A true bromance!

I’d be surprised if you’ve not even heard of the legends Laurel and Hardy. Should anyone list classic comedy duos, you can bet your bottom dollar that they’d make the list. Assuming that a small handful of people are unaware of the pair, they peaked during the late 1920s through the mid-1940s – known for their slapstick comedy, with Laurel playing the clumsy and childlike friend of the boisterous Hardy.

In 1953, they were no longer the box-office giants they had been and struggled to find work in the US.

With a screenplay by Jeff Pope (based on A.J. Marriot’s book ‘Laurel & Hardy: The British Tours’), Stan & Ollie mostly focuses on them taking their act on the road, which promoter Bernard Delfont (Rufus Jones) encouraged them to do. It’s a demoralising start for Laurel (Steve Coogan) and Hardy (John C. Reilly) with the theatres being half empty.

The problem lies in many fans assuming the pair had retired with one asking at the box office, “Who is it that will be playing Laurel and Hardy?”

Thankfully, it doesn’t take long for the duo to start selling out venues – due to a few shameful publicity stunts and some new material that made people fall in love with them all over again.

Although things are going great on stage, there are a few dramas behind the scenes – as is the case with many biopics.

The film really finds its groove once their wives, Lucille Hardy (Shirley Henderson) and Ida Laurel (Nina Arianda) join them on the road. Henderson and Arianda play the roles perfectly – providing just as many laughs as the title characters. And speaking of which, Coogan and Reilly nailed their performances. The actors clearly put a lot of work into the mannerisms of the people they’re portraying. In fact, at times it’s easy to forget that you’re not watching the original duo on the screen. I would not be surprised if a few awards fall on the actors’ laps for what they’ve done here.

This movie could quite easily have been depressing to watch. A line from the trailer has one fan stating, “It’s amazing that you are still going strong – still using the same old material.” There’s nothing more heart-breaking than watching people you admire become has-beens. Thankfully that wasn’t the case. The director (Jon S Baird – Filth) has created a love letter to the icons.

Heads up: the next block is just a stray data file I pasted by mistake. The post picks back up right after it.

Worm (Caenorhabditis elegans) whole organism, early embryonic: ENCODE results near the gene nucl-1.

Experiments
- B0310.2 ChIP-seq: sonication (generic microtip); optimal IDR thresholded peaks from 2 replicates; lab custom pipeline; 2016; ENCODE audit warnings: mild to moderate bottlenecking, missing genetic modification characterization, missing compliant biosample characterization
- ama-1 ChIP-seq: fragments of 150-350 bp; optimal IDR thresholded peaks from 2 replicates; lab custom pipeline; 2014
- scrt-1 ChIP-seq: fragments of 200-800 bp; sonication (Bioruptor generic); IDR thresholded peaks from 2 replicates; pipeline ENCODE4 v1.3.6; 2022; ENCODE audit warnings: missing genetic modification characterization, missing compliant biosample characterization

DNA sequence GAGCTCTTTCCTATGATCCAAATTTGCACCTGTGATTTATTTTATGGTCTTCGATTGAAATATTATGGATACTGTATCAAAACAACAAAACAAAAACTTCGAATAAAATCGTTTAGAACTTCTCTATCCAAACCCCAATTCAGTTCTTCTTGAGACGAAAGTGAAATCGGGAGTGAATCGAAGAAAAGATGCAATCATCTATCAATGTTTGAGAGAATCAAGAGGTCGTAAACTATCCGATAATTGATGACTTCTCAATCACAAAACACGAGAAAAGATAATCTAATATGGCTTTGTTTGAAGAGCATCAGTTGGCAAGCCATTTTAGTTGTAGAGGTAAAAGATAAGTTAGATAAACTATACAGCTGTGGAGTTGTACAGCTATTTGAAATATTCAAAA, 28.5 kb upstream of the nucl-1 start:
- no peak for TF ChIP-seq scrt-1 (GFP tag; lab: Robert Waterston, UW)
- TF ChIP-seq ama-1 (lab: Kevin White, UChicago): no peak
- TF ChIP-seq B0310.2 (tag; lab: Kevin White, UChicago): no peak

In fact, I was surprised just how sweet this movie was. As mentioned previously – sure, there is some drama, but it’s nothing more than a squabble between friends.

This is a story that I’m surprised was given the green light. We don’t particularly learn anything new about the comedians and there’s very little conflict which is quite often an ingredient that sells tickets. However, I’m glad that it was made. I can’t watch original footage of Laurel and Hardy without a huge smile on my face and this film had the same effect on me.


Mikey Clarke

Genre: Comedy & Drama

Running Time: 1hr 38mins

Directed By: Jon S. Baird

Cast: Steve Coogan, John C. Reilly, Rufus Jones, Shirley Henderson & Nina Arianda

See Stan & Ollie and much more at Showcase Cinema, Peterborough. Visit for the latest up-to-date show times. You can also join the chat on Twitter @showcasecinemas or on Facebook by searching for ‘Showcase Cinemas UK’.

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